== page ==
Media Centre

NTI Extends Its Solemn Solidarity with Cowessess First Nation

Warning: the following statement may be triggering as it contains references to genocide of Indigenous Peoples and the ongoing legacy of residential schools.


(June 28, 2021 – Iqaluit, Nunavut) Nunavut Tunngavik Inc. (NTI) extends its solemn solidarity with the members of the Cowessess First Nation and the Federation of Sovereign Indigenous Nations on the discovery of the remains of 751 children at the site of a former residential school in Saskatchewan.


“We send our love to Cowessess First Nation, our hearts go out to the survivors and their families in the region, as well as all Survivors of the residential school systems and Indigenous communities everywhere that are deeply impacted by this news,” said Aluki Kotierk, President of NTI.


“The discoveries of further unmarked burial sites of so many innocent children at a former residential school confirms what Indigenous peoples have been relaying for decades, that the Government of Canada and the Catholic Church committed cultural genocide of First Nations, Metis and Inuit through its assimilation and colonization policies,” said Aluki Kotierk, President of NTI.


Inuit across the Arctic were subjected to the same forced attendance of residential schools jointly operated by the Anglican and Catholic Churches and the Government of Canada, beginning in 1926, up until the end of 1997.


Although the Anglican Church, the Catholic Church of Canada, and the Government of Canada formally apologized for their dark legacies, the confirmation of further discoveries reveals that true reconciliation requires ongoing accountability and commitments, including an official apology from the Pope of the Catholic Church.  There were at least three large residential schools operated by the Roman Catholic Church in the North, including the Immaculate Conception in Aklavik, the Grollier Hall in Inuvik and the Turquetil Hall in Chesterfield Inlet.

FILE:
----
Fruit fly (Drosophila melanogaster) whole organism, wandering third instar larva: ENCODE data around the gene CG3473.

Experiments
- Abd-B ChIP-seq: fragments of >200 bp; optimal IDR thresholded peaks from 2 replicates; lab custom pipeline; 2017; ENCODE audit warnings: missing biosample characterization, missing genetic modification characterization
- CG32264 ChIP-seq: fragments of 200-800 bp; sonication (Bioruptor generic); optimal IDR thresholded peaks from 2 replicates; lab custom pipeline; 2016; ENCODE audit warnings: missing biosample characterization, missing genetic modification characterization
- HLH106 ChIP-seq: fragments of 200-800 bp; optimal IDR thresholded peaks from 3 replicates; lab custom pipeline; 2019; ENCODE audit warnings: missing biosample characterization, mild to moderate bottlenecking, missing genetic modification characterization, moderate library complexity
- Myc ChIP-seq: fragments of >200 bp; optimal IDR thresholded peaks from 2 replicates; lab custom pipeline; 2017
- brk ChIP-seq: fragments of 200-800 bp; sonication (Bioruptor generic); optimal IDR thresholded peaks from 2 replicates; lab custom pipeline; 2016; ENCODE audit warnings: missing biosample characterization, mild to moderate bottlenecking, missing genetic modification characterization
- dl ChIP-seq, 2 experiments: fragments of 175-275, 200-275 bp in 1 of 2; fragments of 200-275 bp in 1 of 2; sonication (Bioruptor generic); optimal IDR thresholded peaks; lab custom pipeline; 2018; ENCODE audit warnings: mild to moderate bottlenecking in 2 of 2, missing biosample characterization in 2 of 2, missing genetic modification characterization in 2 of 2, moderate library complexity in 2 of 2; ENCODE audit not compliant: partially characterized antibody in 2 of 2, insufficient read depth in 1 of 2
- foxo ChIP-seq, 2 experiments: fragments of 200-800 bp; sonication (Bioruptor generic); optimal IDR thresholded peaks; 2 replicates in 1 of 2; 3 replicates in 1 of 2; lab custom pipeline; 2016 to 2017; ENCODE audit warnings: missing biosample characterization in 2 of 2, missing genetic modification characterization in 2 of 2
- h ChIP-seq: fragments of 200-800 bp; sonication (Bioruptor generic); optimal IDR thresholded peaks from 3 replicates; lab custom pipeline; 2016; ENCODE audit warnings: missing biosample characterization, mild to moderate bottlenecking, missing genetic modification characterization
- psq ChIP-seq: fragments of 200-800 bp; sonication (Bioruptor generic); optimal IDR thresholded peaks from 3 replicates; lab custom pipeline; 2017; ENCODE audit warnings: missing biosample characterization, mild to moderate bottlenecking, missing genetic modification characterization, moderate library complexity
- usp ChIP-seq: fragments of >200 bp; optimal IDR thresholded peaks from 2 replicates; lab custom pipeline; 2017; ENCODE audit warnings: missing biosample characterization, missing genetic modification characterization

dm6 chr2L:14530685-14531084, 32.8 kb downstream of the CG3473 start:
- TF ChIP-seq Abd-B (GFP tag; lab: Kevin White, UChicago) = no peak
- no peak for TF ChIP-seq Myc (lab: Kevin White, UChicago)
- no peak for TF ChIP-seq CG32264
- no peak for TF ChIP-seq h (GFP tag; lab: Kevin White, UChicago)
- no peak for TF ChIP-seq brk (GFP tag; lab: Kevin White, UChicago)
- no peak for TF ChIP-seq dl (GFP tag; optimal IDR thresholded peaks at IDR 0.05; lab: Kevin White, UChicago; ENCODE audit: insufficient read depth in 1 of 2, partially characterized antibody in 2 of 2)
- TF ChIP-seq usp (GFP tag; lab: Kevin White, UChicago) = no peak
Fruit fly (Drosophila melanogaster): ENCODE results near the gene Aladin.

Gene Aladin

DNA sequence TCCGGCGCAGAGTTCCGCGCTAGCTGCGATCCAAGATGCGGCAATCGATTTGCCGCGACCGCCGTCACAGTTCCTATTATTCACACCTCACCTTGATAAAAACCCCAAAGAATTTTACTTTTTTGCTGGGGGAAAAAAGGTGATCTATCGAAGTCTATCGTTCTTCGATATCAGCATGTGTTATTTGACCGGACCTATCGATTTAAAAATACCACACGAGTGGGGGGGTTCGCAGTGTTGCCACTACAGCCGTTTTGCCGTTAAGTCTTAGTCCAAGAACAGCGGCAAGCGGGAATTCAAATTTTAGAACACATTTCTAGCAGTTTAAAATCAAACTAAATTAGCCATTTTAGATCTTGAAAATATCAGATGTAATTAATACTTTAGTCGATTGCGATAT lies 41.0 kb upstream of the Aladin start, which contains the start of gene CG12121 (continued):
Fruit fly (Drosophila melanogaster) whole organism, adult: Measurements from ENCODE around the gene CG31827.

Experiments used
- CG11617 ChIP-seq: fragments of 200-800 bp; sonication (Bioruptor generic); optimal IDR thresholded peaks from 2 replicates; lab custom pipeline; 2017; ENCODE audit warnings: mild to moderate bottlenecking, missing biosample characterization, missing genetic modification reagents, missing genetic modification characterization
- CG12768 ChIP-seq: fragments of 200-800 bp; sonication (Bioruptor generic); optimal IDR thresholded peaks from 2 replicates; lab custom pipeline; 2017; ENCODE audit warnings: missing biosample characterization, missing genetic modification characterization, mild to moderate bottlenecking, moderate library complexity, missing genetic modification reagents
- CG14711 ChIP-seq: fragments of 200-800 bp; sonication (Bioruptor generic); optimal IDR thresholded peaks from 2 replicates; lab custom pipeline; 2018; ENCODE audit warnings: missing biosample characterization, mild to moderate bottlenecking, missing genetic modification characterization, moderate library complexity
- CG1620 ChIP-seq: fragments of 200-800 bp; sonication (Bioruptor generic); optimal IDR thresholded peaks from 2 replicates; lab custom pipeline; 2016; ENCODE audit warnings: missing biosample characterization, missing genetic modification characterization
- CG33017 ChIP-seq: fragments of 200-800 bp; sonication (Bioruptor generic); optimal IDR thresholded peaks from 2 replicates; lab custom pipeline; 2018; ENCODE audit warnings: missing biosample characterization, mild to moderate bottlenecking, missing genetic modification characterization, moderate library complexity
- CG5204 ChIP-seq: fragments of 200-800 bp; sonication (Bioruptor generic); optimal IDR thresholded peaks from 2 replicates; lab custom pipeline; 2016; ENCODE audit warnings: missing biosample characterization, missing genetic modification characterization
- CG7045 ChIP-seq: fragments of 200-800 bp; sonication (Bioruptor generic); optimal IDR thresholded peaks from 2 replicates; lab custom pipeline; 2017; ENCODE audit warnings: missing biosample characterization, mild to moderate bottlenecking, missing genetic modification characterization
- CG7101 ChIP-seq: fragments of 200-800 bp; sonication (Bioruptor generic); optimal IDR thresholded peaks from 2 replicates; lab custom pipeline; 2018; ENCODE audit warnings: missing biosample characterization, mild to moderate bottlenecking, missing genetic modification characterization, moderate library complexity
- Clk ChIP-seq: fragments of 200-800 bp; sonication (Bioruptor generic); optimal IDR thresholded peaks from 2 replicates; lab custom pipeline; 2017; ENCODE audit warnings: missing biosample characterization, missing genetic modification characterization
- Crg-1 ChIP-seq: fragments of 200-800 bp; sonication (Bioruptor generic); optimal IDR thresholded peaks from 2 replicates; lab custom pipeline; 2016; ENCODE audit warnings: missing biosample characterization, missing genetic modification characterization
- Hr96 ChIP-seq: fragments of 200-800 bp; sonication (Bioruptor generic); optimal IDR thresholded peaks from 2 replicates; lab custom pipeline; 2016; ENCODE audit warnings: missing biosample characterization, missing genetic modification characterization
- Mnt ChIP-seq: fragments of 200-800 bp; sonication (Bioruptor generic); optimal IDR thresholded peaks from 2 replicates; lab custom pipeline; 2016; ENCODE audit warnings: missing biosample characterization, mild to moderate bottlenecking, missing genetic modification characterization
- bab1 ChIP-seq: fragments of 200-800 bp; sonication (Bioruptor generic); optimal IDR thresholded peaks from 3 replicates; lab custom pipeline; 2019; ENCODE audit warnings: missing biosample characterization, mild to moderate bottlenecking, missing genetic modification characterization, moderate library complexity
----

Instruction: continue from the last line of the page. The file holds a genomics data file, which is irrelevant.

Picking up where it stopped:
Many Inuit residential school survivors and their parents have passed on without ever having heard an official apology, nor compensation or even acknowledgement of the harms committed by the legacies of residential schools.  But today, there are many survivors and parents alive who remember the experiences of shame, belittlement, isolation, and confusion caused by unspeakable abuse on the hands of priests and nuns that ran the residential schools.  None of the priests and nuns were ever held accountable or criminally charged, even when former students began having the courage to share their stories in the 1990s on to today.  Inuit fully understand the silence, secrecy and unwillingness of the Catholic Church and Government of Canada to acknowledge the cultural genocide endured by First Nations, Metis and Inuit across Canada, as they have continued and advocated for full accountability for a very long time.


In early 2019, Kivalliq Hall became recognized as a residential school under the Indian Residential School Settlement Agreement. This changes the commonly referenced date for the closure of residential schools from 1996 to December 31, 1997. Students completed the school year at Kivalliq Hall under the Government of the Northwest Territories.


NTI encourages Inuit residential school survivors and their families to access mental health, emotional and cultural support available through the Indian Residential Schools Health Resolution Support Program that includes counselling in Inuktut through partnership with Nunavut wellness organizations; the 24-hours a day crisis line is 1-(866)-925-4419. Inuit may also call the Hope for Wellness Helpline, 1-(855)-242-3310, which has counselling in Inuktitut.



For further information:


Karen Flaherty

A/Director of Communications

Nunavut Tunngavik Incorporated

Tel: (867) 975-4900/Toll-free: 1-888-646-0006